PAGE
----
These are not times to relish. The coronavirus continues to spread and fear is still mounting; life is put on pause as we find ourselves confined indoors. There are positives, however, to be taken from the panic. With all this free time, what better opportunity could there be to tackle that mounting pile of books by your bed? Whether you’re a committed bookworm or a literary neophyte, regular reading is supposed to boost brainpower, not to mention improving mental health. Below are some reading recommendations from The Student to get you through the next couple of weeks. There are classics, page-turners and veritable door-stoppers, all of which can bring joy and escapism in this difficult situation.
Vanity Fair by William Makepeace Thackeray, 1848
Few novels written in English capture the scope and insight of the works of European masters like Tolstoy and Hugo. None do so with the levity and playfulness of Vanity Fair, Thackeray’s satirical masterpiece. Set primarily during the Regency era, the novel provides both a panoramic view of nineteenth-century England, and one of the most memorable protagonists in all literature, in the form of Becky Sharp. Becky is clever, resourceful and wholly amoral, using the men around her to ascend from humble beginnings to a position amongst the aristocracy. Vanity Fair is a thoroughly realistic portrayal of a society preoccupied with artifice, whilst Thackeray’s occasional narratorial interjections give the novel a deliciously metafictional feel.
Parade’s End by Ford Madox Ford, 1924-8
The Good Soldier is Ford’s superior work of fiction, but, at almost 900 pages, Parade’s End will keep you occupied in the lonely weeks ahead. A tetralogy of books condensed within a single volume, it is thoughtful, beautifully written and never boring. Its point of view dances, drifts and dips into the minds of its various characters, exploring the First World War in a way which bypasses battles and focuses instead on the psychological impact of the conflict, in the trenches and at home. Although rarely mentioned in the same breath as Joyce, Woolf et al., through his use of non-linear storytelling and skilful fragmentation Ford deserves to be counted among the great modernist writers.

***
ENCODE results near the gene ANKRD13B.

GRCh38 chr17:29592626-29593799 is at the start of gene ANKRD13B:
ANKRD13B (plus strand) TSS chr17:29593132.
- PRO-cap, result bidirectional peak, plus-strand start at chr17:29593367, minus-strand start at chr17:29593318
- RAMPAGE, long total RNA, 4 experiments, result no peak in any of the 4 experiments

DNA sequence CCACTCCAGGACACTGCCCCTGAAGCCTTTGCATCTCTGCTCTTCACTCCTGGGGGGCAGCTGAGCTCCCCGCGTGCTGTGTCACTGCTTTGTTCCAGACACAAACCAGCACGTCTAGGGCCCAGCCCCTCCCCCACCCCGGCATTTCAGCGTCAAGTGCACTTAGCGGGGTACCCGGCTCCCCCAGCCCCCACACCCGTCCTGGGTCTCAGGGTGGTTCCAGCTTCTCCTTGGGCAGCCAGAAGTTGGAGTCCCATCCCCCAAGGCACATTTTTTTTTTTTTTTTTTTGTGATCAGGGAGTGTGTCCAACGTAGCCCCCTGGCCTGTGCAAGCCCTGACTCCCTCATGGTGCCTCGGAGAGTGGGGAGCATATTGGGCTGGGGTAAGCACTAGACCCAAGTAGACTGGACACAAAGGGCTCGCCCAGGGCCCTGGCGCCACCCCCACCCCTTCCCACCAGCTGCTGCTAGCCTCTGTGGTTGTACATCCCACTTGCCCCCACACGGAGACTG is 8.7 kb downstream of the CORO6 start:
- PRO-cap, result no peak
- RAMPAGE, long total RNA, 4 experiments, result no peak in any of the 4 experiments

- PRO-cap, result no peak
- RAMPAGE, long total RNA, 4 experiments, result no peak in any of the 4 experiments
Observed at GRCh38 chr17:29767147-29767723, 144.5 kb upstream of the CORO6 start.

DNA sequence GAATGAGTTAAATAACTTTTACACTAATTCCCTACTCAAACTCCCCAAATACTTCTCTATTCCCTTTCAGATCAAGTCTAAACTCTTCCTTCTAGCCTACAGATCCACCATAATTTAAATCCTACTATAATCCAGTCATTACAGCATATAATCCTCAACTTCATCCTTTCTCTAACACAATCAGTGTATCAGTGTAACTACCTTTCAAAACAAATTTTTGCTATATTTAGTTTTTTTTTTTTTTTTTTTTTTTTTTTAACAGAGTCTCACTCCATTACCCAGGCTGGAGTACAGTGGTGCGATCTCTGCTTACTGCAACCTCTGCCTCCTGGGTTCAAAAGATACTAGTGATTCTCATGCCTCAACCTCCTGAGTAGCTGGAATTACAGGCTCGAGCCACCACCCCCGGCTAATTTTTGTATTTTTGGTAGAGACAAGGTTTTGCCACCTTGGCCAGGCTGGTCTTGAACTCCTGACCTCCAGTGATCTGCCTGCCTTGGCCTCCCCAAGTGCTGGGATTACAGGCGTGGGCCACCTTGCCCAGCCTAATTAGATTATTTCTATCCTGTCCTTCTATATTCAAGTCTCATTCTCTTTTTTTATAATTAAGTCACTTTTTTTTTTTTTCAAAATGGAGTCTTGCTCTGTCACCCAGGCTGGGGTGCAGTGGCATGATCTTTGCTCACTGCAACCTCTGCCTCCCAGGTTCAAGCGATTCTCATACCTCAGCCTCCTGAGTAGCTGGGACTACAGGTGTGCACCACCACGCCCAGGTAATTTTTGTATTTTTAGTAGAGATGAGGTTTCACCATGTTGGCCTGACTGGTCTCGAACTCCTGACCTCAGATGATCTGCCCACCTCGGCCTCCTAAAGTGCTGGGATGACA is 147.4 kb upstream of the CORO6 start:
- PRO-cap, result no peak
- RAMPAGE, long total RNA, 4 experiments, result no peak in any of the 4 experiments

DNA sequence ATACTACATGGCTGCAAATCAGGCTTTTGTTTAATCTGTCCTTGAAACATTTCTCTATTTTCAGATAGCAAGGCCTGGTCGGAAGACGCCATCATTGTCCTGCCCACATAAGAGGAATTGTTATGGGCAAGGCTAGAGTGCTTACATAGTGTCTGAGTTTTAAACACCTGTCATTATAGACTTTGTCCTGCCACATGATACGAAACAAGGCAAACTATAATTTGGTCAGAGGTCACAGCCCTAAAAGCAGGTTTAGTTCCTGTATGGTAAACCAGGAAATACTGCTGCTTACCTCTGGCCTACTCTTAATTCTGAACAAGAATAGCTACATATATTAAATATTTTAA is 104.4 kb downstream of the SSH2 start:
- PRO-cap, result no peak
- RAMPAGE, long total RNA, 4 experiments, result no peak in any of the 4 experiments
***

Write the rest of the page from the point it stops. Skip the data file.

The Talented Mr. Ripley by Patricia Highsmith, 1955
With its sun-kissed Italian setting and thrilling plot, The Talented Mr Ripley is the perfect antidote to being cooped up in a cold Edinburgh flat. It follows the ostensibly charming but inwardly psychopathic Tom Ripley, who is sent from America to Europe to track down the louche Dickie Greenleaf by Dickie’s wealthy father. Highsmith is a master of the thriller genre, yet her novel exceeds these constrictive bounds, with layered characterisation to match the frenetic storyline. As Tom flees from the authorities, we find ourselves rooting for a schizophrenic murderer, such is the author’s talent for nuance and dark humour. You may end up finishing Ripley in one sitting, but rest assured: there are a further four Highsmith books featuring the eponymous antihero.
The Tin Drum by Gunter Grass, 1959
Strange times require strange books, and The Tin Drum, for better or worse, is batshit crazy. It is a delirious picaresque tale which begins in a mental asylum and then takes us back to Nazi-occupied Poland. Its hero is Oskar Matzerath, who decides to stop growing at the age of three, can shatter glass with his high-pitched voice, and marches around bashing the little tin drum of the title. Oskar saunters through the horrors of the Second World War, introducing the reader to his dysfunctional family and the muddled history of his country. As the other figures of the story die and disappear, Oskar remains detached from events, at once an innocent and a deviant, the most unreliable of narrators. Haunting, hilarious, taboo-breaking and surreal, The Tin Drum will dominate your thoughts long after you have finished reading it.
Blindness by Jose Saramago, 1995
A terrifying novel about a pandemic might be the last thing you want to read right now, but Blindness is a remarkable work of allegory and prescient social study by the late Nobel laureate. Saramago presents us with an unnamed city, populated by unnamed characters. A contagion breaks out which renders every civilian blind except one. The government responds with clumsy force, and the people resort to panic and violent crime. With paragraphs that go on for pages and a near-total absence of punctuation, this apocalyptic parable is not a straightforward read, but these stylistic choices give Blindness a breathless quality which perfectly mimics the desperation contained within its story.
Image: Zsalto via Bē